States have increasingly passed legislation in recent years aimed at curbing the use of restrictive covenants by employers. Recently, Nevada, Oregon and Washington, D.C. each passed legislation restricting the use of post-employment non-competes.
D.C.’s new ban on non-compete agreements, once implemented, will be the most restrictive of the group, and possibly the most restrictive law in the country. The Ban on Non-Compete Agreements Amendment Act bans post-employment non-compete provisions in essentially all employment agreements in D.C., while also barring employers from prohibiting employees from simultaneously working for other employers. The Act further prohibits employers from retaliating against, or threatening to retaliate against, any employee who refuses to comply with a non-compete agreement or policy. Given the breadth, this law has faced significant pushback – particularly regarding the prohibition on simultaneous employment by multiple entities – and, as a result, a further bill, the Non-Compete Conflict of Interest Clarification Amendment Act of 2021, is pending which would loosen some of the restraints in the initial act. Given the issues facing this legislation, the effective date has been pushed back from January 2022 until 1 April 2022, and it remains unclear what the final enacted legislation will look like.
On 25 May 2021, Nevada Governor Steve Sisolak signed into law Assembly Bill (AB) 47, which amends Nevada’s noncompetition statute. Effective 1 October 2021, the law bans non-compete agreements between an employer and an employee who is paid solely on an hourly wage basis, exclusive of any tips or gratuities. This builds on a prior prohibition on restricting former employees from working for prior customer or client if the employee did not solicit the former customer or client, the customer or client voluntarily chose to leave, and the former employee generally complies with the non-competition covenant.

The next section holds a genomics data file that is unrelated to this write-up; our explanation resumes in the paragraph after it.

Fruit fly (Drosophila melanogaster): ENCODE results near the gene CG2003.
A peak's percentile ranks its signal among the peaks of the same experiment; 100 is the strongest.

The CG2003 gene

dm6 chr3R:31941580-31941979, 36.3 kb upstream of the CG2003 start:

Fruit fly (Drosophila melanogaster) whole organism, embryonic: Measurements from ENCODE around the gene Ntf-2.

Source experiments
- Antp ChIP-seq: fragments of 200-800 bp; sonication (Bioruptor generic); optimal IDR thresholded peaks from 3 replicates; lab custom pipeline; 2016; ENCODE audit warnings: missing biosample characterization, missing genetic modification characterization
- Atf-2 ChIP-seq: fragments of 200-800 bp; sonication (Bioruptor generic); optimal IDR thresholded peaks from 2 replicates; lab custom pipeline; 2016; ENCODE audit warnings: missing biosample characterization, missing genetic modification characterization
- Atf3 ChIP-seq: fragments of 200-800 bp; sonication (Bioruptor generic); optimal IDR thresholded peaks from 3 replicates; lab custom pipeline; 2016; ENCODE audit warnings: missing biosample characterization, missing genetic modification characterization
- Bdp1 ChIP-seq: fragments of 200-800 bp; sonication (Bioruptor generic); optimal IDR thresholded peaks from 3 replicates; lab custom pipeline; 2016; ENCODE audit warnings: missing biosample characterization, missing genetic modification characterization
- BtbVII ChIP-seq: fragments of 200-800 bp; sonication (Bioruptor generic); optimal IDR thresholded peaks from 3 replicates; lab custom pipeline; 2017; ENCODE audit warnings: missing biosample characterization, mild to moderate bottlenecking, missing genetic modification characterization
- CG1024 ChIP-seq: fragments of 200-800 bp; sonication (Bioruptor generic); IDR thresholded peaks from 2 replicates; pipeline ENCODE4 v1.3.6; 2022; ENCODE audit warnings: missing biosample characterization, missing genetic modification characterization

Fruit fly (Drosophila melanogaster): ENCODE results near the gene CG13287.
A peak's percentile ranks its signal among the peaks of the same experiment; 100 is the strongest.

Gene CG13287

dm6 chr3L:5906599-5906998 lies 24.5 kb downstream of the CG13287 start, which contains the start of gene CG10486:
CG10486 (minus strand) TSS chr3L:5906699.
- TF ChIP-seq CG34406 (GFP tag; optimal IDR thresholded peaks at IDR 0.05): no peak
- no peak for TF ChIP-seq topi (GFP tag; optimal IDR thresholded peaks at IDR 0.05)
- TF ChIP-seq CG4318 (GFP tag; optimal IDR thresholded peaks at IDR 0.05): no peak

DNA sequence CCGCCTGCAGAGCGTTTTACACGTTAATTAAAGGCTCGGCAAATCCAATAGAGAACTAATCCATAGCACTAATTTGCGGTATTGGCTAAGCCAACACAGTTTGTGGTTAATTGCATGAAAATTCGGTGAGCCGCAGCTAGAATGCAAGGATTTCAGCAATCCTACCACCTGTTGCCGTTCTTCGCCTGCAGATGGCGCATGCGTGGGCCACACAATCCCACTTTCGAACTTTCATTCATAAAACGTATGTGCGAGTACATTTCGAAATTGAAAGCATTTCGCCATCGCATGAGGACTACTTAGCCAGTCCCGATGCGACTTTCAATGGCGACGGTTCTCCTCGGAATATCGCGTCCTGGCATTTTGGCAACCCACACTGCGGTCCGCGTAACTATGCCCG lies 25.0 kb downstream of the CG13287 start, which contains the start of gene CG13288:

AB 47 further prohibits employers from bringing an enforcement action to restrict any of these activities. If the employer or employee file a lawsuit seeking enforcement or challenging a noncompetition covenant, and the court finds that (1) the covenant applies to an employee paid on an hourly basis or (2) the employer has wrongfully restricted the former employee from providing services to a former client or customer, the court is required to award the employee their reasonable attorneys’ fees and costs.
Similarly, in Oregon, Governor Kate Brown signed Senate Bill 169, which will further restrict non-competition agreements entered into on or after 1 January 2022. SB 169 significantly modifies Oregon’s noncompete statute by (1) reducing the maximum length of an enforceable non-compete agreement from eighteen to twelve months and (2) setting a minimum salary threshold necessary for an enforceable non-compete agreement. With limited exceptions, a non-compete will be void unless the employee’s salary and commissions at the time of termination exceed USD100,533 (adjusted yearly for inflation).
Importantly, however, these requirements do not apply to other restrictive covenants like non-solicitation agreements, agreements not to transact business with customers, or confidentiality agreements.